Thousands of lambs have been killed by a new virus that is threatening the survival of many British farms.
The Schmallenberg virus causes lambs to be born dead or with serious deformities such as fused limbs and twisted necks, which mean they cannot survive.
Scientists are urgently trying to find out how the disease, which also affects cattle, spreads and how to fight it, as the number of farms affected increases by the day.
So far, 74 farms across southern and eastern England have been hit by the virus, which arrived in this country in January.
A thousand farms in Europe have reported cases since the first signs of the virus were seen in the German town of Schmallenberg last summer.
The National Farmers Union has called it a potential "catastrophe" and warned farmers to be vigilant. "This is a ticking time bomb," said Alastair Mackintosh, of the NFU. "We don't yet know the extent of the disease. We only find out the damage when sheep and cows give birth, and by then it's too late."
It is unclear exactly how the disease arrived in Britain, but the leading theory is that midges carried the virus across the Channel or North Sea in the autumn. However, scientists cannot yet rule out transmission of the disease from animal to animal.
Infected ewes do not show any symptoms of the virus until they give birth, with horrific results. Farmers have described delivering the deformed and stillborn animals as heartbreaking.
The lambing season has only just begun, which means that the full impact of the disease will not be felt until the weather warms up and millions more animals are born.
On the Continent, some farms have lost half of their lambs. So far the worst hit in Britain have lost 20 per cent, according to the Department for Environment, Food and Rural Affairs (Defra).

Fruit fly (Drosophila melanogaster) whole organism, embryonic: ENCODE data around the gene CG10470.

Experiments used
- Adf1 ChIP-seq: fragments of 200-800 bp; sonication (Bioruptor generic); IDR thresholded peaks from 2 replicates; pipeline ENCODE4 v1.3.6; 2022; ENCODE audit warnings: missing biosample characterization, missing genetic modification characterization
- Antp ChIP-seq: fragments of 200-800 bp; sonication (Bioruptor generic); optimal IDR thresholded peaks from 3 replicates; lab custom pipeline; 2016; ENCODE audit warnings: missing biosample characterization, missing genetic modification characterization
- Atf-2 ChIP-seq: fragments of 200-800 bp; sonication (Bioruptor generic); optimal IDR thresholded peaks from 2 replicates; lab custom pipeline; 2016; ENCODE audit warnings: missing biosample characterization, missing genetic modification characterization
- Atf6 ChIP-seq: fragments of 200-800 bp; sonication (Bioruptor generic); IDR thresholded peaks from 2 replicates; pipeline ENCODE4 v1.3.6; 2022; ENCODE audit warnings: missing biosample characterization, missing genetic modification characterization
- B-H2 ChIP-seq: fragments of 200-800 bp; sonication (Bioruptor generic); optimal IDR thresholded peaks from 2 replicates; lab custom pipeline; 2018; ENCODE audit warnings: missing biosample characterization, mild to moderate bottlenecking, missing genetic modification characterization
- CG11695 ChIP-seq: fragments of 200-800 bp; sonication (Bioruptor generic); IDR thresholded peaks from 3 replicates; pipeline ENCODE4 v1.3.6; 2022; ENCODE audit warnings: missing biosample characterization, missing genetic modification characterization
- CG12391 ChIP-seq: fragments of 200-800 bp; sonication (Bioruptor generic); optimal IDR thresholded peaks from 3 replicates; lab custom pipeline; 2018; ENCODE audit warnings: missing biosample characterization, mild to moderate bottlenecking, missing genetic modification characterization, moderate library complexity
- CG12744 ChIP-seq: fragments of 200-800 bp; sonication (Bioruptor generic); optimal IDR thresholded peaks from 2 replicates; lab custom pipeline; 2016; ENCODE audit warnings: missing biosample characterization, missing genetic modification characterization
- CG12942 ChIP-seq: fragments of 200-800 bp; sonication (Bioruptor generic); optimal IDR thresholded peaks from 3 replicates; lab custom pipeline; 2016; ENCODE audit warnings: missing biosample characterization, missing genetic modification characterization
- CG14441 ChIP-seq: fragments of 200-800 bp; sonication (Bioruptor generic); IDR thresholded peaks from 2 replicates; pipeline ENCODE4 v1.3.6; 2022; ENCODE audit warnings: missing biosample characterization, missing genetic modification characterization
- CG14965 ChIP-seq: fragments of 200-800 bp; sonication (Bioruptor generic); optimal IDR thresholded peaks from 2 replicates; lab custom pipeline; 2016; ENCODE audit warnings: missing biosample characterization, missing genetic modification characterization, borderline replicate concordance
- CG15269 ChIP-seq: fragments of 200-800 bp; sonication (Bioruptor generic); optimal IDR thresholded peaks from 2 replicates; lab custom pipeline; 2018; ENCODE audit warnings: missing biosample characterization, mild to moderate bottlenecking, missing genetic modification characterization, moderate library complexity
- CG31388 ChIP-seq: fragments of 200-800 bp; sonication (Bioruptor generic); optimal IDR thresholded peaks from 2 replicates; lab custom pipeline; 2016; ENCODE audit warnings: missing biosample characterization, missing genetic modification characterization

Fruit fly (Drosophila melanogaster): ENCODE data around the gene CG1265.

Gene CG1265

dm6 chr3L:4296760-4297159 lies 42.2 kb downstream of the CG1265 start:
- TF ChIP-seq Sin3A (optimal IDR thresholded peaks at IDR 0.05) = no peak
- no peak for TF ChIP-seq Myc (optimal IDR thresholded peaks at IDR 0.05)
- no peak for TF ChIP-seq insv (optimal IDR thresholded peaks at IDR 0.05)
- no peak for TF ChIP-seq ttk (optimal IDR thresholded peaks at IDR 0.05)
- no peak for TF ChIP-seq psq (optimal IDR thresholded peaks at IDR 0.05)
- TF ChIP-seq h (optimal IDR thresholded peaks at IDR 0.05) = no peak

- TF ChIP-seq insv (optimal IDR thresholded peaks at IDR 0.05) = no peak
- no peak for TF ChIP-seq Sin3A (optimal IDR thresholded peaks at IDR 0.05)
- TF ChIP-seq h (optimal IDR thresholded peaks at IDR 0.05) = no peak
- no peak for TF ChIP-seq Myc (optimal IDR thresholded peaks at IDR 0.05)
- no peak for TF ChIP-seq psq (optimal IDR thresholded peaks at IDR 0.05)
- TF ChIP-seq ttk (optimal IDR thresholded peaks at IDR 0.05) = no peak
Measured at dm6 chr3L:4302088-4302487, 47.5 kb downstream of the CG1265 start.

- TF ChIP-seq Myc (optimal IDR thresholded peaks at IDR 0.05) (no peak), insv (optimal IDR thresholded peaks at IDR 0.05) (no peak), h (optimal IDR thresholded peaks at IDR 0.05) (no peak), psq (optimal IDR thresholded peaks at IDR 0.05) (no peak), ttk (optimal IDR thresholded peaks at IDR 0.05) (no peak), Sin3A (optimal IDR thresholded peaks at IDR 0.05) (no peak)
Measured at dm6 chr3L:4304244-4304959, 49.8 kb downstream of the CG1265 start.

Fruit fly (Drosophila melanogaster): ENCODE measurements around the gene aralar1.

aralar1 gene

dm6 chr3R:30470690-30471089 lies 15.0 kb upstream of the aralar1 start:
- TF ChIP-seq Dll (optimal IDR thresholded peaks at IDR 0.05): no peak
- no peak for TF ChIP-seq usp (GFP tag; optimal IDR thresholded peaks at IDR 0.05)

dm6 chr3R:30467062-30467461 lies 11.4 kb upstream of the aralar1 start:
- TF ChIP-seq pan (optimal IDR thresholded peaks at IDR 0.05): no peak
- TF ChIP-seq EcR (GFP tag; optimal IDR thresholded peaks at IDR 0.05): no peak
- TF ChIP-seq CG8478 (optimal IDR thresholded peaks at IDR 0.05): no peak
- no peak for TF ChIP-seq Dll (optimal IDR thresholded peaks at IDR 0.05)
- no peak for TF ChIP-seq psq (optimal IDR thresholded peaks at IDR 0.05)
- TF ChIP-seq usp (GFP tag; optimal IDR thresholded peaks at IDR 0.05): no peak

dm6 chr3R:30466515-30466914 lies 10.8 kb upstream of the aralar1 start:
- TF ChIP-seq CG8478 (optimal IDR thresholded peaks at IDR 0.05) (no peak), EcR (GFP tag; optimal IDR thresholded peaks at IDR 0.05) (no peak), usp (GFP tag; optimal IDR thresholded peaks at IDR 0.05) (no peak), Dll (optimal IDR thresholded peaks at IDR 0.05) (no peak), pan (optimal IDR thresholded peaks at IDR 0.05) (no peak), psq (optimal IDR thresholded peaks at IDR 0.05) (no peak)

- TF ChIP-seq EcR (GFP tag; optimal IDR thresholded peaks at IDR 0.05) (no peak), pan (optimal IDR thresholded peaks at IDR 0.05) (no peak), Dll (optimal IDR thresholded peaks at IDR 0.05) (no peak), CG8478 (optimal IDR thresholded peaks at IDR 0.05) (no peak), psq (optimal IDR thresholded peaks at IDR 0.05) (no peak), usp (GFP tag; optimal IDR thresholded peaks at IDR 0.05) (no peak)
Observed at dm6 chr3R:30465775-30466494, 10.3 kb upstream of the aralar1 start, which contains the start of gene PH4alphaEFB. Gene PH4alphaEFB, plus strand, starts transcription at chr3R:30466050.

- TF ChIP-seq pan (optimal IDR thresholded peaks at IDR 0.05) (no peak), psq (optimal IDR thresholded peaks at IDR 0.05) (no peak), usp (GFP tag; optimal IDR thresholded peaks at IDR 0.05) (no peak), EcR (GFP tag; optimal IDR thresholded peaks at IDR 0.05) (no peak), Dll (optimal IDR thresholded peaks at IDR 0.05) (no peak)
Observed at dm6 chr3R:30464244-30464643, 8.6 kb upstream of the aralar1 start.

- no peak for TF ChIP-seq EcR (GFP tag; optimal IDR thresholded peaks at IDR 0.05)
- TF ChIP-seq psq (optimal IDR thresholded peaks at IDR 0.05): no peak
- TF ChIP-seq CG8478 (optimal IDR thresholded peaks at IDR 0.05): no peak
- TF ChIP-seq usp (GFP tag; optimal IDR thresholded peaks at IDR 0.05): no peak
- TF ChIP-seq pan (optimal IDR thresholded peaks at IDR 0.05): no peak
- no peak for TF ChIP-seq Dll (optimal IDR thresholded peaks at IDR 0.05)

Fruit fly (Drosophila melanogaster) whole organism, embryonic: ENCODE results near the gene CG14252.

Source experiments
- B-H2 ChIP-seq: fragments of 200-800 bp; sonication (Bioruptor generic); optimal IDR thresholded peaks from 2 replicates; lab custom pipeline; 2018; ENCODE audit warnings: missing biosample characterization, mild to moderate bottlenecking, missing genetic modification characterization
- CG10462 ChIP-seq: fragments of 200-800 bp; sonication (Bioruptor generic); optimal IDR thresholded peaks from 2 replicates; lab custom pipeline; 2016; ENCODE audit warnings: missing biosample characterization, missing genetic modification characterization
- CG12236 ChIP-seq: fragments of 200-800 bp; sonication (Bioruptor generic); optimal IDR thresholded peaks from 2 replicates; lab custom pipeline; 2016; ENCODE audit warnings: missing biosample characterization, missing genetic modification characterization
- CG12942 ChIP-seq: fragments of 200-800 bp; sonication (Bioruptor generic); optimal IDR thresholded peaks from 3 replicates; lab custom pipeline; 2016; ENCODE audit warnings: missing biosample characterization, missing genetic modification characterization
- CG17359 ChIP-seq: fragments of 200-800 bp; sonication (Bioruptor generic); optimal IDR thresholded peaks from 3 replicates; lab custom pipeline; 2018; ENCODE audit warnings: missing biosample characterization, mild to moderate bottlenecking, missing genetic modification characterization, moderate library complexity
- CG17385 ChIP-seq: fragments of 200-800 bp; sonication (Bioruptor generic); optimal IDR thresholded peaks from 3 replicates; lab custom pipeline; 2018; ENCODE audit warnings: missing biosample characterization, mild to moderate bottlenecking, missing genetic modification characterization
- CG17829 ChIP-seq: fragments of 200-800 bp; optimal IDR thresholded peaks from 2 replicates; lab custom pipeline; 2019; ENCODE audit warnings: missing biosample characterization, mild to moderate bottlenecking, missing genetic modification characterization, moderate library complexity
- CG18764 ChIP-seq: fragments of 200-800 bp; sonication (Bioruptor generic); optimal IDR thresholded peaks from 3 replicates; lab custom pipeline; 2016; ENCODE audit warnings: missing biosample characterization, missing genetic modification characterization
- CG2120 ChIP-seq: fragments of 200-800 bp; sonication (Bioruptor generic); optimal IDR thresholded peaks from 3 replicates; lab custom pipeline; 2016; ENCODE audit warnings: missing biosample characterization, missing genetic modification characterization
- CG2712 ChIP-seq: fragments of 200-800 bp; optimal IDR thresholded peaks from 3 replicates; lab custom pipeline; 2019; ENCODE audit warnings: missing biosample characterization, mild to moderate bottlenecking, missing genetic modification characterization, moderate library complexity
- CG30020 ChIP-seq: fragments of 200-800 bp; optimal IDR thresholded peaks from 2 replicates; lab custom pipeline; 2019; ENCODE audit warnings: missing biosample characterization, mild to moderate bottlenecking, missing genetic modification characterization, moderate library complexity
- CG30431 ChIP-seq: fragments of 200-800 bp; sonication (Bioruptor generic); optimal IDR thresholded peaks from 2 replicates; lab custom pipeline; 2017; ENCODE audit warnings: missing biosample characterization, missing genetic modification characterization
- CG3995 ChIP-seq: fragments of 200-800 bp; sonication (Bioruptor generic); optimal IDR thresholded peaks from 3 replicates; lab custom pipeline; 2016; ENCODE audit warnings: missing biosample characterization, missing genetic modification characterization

Approximately 16 million lambs are born in Britain every year and sell at market for about £100 each. The effect of the disease on farms that are already struggling in the downturn could be severe.
"For any business to lose 20 per cent of your stock would be a huge blow," said Mr Mackintosh. "For a farmer to lose 20 per cent of your flock is catastrophic. If it was 50 per cent you would be put out of action.
"I was talking to one who has 10,000 sheep. If he loses even five per cent of the animals born this year, that's a hell of a lot of lambs. I know another who says 10 per cent of his ewes have become barren. He has 6,000 ewes, so that is 600 animals producing nothing."
The Food Standards Agency has sought to allay any fears about eating lamb, although little is known about the virus so far.
The Agency said: "Any risk to consumers through the food chain is likely to be low. No illness has been reported to date in humans exposed to animals infected with Schmallenberg virus."
The worst affected counties are Norfolk, Suffolk, East Sussex and Kent, but the virus has spread all along the south coast to Cornwall.
Farmers fear the disease may spread to larger flocks in the north of England, Wales and Scotland. In Europe, Germany, Holland and France have suffered worst, while recent cases have been reported in Italy and Luxembourg.
John, a farmer from East Sussex who wanted to remain anonymous, said he had lost 40 out of 400 lambs so far, at a cost to his business of more than £4,000.
"I've had to put more lambs down in the past month than I have done in the past 20 years. Every one is a serious blow to our finances. But it's an emotional thing too," he said.
There are also fears that the virus may be seen later this year among cows, which have a longer gestation period.
Five of the British farms have seen cattle affected, with calves aborted at six months of pregnancy.
Cows are thought to be more robust than sheep and therefore more resistant, but Schmallenberg virus could still reduce milk yields and put pressure on a dairy industry that is already suffering, says Mr Mackintosh. "From what I hear, we are likely to see weak calves that take a lot of expense and nursing to get going again. Having to do that will hit a business hard."
The last confirmed midge-borne virus to hit the British farming industry was bluetongue in 2007, but a series of trade restrictions and a vaccine averted disaster.